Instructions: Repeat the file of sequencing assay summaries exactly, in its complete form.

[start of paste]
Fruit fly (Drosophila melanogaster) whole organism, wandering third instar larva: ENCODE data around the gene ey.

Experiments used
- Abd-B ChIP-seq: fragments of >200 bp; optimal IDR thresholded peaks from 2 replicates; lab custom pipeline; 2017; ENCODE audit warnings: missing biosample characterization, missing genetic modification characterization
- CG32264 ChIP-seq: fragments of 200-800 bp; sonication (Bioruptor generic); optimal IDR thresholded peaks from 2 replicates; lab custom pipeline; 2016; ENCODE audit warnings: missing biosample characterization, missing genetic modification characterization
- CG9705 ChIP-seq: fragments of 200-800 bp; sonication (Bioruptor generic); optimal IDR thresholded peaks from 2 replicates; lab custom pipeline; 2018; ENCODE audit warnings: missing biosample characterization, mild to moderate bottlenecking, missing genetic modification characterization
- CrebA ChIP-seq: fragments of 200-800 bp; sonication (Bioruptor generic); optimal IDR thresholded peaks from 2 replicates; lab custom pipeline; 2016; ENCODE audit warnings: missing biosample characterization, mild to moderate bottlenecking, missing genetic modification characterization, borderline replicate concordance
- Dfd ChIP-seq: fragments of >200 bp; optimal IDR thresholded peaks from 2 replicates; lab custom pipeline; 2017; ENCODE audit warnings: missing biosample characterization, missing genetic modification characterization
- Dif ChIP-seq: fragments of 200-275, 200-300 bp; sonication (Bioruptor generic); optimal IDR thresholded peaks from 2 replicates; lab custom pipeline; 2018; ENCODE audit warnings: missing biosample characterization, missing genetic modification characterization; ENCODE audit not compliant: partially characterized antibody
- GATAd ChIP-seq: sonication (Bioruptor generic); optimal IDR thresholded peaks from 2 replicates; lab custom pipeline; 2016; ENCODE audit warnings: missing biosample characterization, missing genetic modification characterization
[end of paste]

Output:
Fruit fly (Drosophila melanogaster) whole organism, wandering third instar larva: ENCODE data around the gene ey.

Experiments used
- Abd-B ChIP-seq: fragments of >200 bp; optimal IDR thresholded peaks from 2 replicates; lab custom pipeline; 2017; ENCODE audit warnings: missing biosample characterization, missing genetic modification characterization
- CG32264 ChIP-seq: fragments of 200-800 bp; sonication (Bioruptor generic); optimal IDR thresholded peaks from 2 replicates; lab custom pipeline; 2016; ENCODE audit warnings: missing biosample characterization, missing genetic modification characterization
- CG9705 ChIP-seq: fragments of 200-800 bp; sonication (Bioruptor generic); optimal IDR thresholded peaks from 2 replicates; lab custom pipeline; 2018; ENCODE audit warnings: missing biosample characterization, mild to moderate bottlenecking, missing genetic modification characterization
- CrebA ChIP-seq: fragments of 200-800 bp; sonication (Bioruptor generic); optimal IDR thresholded peaks from 2 replicates; lab custom pipeline; 2016; ENCODE audit warnings: missing biosample characterization, mild to moderate bottlenecking, missing genetic modification characterization, borderline replicate concordance
- Dfd ChIP-seq: fragments of >200 bp; optimal IDR thresholded peaks from 2 replicates; lab custom pipeline; 2017; ENCODE audit warnings: missing biosample characterization, missing genetic modification characterization
- Dif ChIP-seq: fragments of 200-275, 200-300 bp; sonication (Bioruptor generic); optimal IDR thresholded peaks from 2 replicates; lab custom pipeline; 2018; ENCODE audit warnings: missing biosample characterization, missing genetic modification characterization; ENCODE audit not compliant: partially characterized antibody
- GATAd ChIP-seq: sonication (Bioruptor generic); optimal IDR thresholded peaks from 2 replicates; lab custom pipeline; 2016; ENCODE audit warnings: missing biosample characterization, missing genetic modification characterization